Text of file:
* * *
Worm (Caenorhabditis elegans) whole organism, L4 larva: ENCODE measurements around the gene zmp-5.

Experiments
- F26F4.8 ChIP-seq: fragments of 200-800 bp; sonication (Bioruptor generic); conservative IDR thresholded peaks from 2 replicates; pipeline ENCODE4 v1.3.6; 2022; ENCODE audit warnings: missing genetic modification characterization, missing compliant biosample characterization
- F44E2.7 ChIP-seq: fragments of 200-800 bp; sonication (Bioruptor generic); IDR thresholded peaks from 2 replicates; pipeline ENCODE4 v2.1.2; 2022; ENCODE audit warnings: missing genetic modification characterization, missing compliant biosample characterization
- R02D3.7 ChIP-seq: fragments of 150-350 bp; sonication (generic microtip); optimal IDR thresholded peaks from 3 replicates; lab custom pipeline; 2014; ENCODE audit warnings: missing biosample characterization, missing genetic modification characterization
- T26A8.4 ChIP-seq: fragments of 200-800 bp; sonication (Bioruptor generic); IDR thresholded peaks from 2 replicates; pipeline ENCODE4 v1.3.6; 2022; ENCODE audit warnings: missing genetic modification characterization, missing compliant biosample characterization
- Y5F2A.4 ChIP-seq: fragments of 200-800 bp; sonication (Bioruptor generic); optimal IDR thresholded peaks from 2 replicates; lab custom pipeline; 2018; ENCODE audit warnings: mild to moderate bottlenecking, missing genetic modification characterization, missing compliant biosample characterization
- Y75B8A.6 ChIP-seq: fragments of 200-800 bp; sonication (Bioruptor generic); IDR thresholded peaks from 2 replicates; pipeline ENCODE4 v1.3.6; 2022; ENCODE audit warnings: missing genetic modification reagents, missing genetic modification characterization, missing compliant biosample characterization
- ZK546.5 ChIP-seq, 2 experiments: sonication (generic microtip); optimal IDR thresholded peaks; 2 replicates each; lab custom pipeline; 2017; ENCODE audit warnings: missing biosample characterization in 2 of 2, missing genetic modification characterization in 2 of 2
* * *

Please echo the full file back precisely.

Worm (Caenorhabditis elegans) whole organism, L4 larva: ENCODE measurements around the gene zmp-5.

Experiments
- F26F4.8 ChIP-seq: fragments of 200-800 bp; sonication (Bioruptor generic); conservative IDR thresholded peaks from 2 replicates; pipeline ENCODE4 v1.3.6; 2022; ENCODE audit warnings: missing genetic modification characterization, missing compliant biosample characterization
- F44E2.7 ChIP-seq: fragments of 200-800 bp; sonication (Bioruptor generic); IDR thresholded peaks from 2 replicates; pipeline ENCODE4 v2.1.2; 2022; ENCODE audit warnings: missing genetic modification characterization, missing compliant biosample characterization
- R02D3.7 ChIP-seq: fragments of 150-350 bp; sonication (generic microtip); optimal IDR thresholded peaks from 3 replicates; lab custom pipeline; 2014; ENCODE audit warnings: missing biosample characterization, missing genetic modification characterization
- T26A8.4 ChIP-seq: fragments of 200-800 bp; sonication (Bioruptor generic); IDR thresholded peaks from 2 replicates; pipeline ENCODE4 v1.3.6; 2022; ENCODE audit warnings: missing genetic modification characterization, missing compliant biosample characterization
- Y5F2A.4 ChIP-seq: fragments of 200-800 bp; sonication (Bioruptor generic); optimal IDR thresholded peaks from 2 replicates; lab custom pipeline; 2018; ENCODE audit warnings: mild to moderate bottlenecking, missing genetic modification characterization, missing compliant biosample characterization
- Y75B8A.6 ChIP-seq: fragments of 200-800 bp; sonication (Bioruptor generic); IDR thresholded peaks from 2 replicates; pipeline ENCODE4 v1.3.6; 2022; ENCODE audit warnings: missing genetic modification reagents, missing genetic modification characterization, missing compliant biosample characterization
- ZK546.5 ChIP-seq, 2 experiments: sonication (generic microtip); optimal IDR thresholded peaks; 2 replicates each; lab custom pipeline; 2017; ENCODE audit warnings: missing biosample characterization in 2 of 2, missing genetic modification characterization in 2 of 2